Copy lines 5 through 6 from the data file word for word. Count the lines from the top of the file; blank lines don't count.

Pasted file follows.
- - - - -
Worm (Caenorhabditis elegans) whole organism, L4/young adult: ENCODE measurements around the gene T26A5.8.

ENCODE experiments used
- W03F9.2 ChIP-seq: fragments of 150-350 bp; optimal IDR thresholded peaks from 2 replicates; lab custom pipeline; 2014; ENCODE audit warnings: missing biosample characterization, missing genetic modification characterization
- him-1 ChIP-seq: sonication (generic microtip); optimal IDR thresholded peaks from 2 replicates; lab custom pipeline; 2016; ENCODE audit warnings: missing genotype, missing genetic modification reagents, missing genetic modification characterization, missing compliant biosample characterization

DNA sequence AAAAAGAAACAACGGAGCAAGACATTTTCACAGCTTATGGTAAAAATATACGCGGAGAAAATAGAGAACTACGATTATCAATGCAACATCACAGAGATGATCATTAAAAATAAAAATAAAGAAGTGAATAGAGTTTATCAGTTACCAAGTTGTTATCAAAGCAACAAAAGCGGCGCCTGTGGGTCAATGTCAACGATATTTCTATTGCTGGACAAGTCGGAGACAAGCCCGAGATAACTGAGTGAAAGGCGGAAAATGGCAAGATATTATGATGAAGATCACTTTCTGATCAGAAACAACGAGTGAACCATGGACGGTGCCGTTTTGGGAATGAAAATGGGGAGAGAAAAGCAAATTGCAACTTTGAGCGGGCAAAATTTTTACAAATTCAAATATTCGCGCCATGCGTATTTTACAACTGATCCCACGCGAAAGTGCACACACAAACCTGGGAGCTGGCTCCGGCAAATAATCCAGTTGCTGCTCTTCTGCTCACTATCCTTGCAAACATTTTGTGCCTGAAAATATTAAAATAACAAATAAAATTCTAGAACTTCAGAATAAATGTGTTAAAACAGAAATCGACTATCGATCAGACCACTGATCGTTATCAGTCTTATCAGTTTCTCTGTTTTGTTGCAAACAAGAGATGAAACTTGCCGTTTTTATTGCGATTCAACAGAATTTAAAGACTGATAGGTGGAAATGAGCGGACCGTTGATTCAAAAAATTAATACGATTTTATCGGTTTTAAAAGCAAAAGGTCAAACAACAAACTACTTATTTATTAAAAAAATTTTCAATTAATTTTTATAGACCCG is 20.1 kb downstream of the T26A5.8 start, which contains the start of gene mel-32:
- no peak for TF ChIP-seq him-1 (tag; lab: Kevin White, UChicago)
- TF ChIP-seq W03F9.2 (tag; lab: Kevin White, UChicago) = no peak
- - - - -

DNA sequence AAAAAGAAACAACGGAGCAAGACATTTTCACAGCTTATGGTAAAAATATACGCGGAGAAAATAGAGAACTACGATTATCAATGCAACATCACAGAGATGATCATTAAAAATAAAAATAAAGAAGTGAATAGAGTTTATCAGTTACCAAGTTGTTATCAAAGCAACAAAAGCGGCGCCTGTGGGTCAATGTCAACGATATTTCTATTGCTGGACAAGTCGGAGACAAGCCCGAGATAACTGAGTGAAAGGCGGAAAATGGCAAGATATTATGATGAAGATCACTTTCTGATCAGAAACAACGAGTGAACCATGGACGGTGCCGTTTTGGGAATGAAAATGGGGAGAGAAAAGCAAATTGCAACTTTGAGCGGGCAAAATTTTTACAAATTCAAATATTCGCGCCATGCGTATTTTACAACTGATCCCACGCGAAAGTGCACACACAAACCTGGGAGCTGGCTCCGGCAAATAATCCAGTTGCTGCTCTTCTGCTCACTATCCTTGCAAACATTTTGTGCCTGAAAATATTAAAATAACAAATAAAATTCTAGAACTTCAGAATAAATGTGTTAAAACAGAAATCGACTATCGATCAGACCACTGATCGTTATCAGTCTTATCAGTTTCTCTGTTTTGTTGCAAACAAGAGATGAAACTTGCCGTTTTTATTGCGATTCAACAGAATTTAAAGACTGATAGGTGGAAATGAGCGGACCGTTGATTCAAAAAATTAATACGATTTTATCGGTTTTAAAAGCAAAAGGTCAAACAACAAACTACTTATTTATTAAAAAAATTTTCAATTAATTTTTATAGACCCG is 20.1 kb downstream of the T26A5.8 start, which contains the start of gene mel-32:
- no peak for TF ChIP-seq him-1 (tag; lab: Kevin White, UChicago)